Join us for our University Day In the Life: this time, we’re chatting to Sophia, a Masters of International Public Health student. Let us know whose day in the life you want to know about, and ASK ENID

Let me introduce myself… My name is Sophia, and I’m a 22-year-old student undertaking my Master of International Public Health with an undergrad degree in Science.

Why I chose my degree… I knew I was interested in health and medicine, but I also have a passion for the multitude of fields involved in the global health community such as economics, international politics and education. Not to mention travelling –huge fan right here.  I’m going to be honest though, I had no idea that it was the right degree for me until I started.

Where I wanted my degree to take me… This is a tough one, as I don’t quite know where I want to end up. Similar to getting in an uber without a destination I suppose, but hey there you go. I’m after a fulfilling career, one in which I can work overseas and get my hands dirty with the hope of improving the health disparities currently challenging our developing nations, particularly that of Sub-Saharan Africa. Whether this is with an NGO (nongovernmental organization) or the private sector I’m not sure. I have a particular interest in the education of women and children, however I’m also passionate about infectious diseases and so would love to be involved in health policy and prevention so as to better equip nations to handle outbreaks of communicable diseases (think Ebola and Zika virus). I’m definitely not opposed to further study either, and so medicine is still an option at this point in time.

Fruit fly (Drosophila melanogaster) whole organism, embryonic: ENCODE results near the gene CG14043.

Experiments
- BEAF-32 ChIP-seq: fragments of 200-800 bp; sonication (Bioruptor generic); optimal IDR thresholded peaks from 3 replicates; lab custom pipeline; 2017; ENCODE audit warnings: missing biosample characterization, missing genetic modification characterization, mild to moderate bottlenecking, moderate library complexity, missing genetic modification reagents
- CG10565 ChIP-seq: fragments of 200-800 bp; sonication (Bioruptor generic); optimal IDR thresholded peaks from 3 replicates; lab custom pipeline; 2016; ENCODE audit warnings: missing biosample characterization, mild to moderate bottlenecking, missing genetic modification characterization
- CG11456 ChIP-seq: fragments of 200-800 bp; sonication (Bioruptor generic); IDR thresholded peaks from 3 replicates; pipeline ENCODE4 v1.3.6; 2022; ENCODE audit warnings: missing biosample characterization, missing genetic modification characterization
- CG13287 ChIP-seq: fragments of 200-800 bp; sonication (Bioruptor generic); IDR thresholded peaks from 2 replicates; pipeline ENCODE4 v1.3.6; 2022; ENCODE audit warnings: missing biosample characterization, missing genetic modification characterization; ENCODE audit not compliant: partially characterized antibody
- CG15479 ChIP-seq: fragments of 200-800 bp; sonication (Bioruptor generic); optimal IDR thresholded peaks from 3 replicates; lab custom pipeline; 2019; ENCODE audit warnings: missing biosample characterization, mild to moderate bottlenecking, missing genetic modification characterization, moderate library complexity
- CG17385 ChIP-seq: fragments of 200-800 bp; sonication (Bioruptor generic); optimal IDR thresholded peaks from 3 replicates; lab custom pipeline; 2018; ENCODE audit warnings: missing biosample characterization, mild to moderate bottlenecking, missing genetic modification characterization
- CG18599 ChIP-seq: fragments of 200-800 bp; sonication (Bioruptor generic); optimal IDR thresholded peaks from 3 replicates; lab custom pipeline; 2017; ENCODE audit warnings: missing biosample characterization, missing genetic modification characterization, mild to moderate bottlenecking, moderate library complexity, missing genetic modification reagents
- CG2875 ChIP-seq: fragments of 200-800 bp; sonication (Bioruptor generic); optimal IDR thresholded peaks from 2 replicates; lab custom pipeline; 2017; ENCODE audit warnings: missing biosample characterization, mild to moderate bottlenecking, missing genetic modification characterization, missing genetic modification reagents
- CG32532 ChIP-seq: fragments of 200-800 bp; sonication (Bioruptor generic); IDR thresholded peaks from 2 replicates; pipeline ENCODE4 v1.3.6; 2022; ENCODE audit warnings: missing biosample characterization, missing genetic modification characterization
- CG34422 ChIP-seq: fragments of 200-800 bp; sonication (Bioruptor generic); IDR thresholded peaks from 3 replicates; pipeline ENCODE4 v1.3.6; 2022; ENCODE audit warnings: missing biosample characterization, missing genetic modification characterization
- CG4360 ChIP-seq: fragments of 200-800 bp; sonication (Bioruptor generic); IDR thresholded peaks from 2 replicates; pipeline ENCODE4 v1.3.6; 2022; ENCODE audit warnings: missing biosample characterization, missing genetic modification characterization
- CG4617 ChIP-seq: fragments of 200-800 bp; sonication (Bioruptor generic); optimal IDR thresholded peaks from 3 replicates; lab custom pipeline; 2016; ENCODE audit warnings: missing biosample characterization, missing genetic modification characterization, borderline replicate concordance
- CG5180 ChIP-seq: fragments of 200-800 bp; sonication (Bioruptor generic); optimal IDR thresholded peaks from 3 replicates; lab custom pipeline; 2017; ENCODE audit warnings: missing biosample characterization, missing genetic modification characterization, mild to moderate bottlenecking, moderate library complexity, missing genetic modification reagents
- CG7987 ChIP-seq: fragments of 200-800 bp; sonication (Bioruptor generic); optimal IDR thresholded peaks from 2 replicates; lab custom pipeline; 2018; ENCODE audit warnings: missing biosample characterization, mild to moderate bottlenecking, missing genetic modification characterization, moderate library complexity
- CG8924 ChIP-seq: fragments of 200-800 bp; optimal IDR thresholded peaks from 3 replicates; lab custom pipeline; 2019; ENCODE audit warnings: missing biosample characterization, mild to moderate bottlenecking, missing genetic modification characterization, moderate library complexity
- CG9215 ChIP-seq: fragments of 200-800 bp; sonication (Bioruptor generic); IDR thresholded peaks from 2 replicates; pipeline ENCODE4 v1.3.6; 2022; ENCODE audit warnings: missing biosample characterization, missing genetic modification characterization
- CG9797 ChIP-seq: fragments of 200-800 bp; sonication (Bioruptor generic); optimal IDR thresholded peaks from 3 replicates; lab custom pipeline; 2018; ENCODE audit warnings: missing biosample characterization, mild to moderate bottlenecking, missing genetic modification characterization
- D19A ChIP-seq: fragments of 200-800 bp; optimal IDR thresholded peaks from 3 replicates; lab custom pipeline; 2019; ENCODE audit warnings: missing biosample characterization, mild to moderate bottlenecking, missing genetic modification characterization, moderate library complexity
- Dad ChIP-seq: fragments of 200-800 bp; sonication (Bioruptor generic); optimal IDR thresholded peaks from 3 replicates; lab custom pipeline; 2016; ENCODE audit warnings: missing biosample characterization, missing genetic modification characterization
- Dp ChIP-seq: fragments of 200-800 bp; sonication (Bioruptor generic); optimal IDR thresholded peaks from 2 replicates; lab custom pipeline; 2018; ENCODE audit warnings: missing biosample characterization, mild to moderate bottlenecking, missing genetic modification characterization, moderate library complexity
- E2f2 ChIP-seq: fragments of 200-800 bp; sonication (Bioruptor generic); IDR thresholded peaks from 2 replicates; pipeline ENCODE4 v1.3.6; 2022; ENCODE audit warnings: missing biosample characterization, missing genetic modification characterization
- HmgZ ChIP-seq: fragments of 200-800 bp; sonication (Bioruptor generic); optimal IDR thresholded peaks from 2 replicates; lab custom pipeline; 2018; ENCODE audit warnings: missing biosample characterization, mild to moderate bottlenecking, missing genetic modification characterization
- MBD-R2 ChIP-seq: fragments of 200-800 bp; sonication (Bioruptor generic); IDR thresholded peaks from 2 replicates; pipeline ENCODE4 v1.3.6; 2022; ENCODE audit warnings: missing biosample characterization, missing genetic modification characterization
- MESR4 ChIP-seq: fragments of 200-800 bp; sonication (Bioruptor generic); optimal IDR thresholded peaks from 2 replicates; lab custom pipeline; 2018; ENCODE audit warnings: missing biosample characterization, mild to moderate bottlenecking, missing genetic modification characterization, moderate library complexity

“See mum, I don’t even need a map!”


Skills I’ve developed… To care. It sounds funny but I’m being completely serious.  Growing up I wanted to be a doctor because I loved science, and blood and guts were no match for my stomach. Economics and politics seemed so far from the science sphere, and as such I had little interest in learning about their influences. This degree has taught me that health is not just about treating individuals, but about focusing on populations and developing sustainable policies and programs that can be implemented efficiently to promote wellbeing. In order to do this you need a multi-sectorial approach which requires an interest and understanding of many different arenas. I wanted to help people by fixing them but now I want to help people by fixing the system. I have also learnt how to listen. Every single person you meet knows something you don’t, so it turns out it’s worthwhile to stop talking every now and then. .

Do this degree if…

  • You’re passionate. About health and about equality.
  • You’re ready to be hit with some startling statistics about our world and the 896 million people still living in poverty.
  • If you like listening to lecturers that really know their shit. 

Don’t do this degree if…

  • You don’t like people.
  • You don’t like to be challenged.
  • Your geography skills are abysmal. Only joking, buy a map.

My advice to you… Nobody else knows what they are doing either. It’s okay to feel lost. I didn’t even know my degree existed! The best thing you can do is get out there and educate yourself on the opportunities available. Learn about the world and think about what you want to improve, but how you can contribute in a way that makes you happy.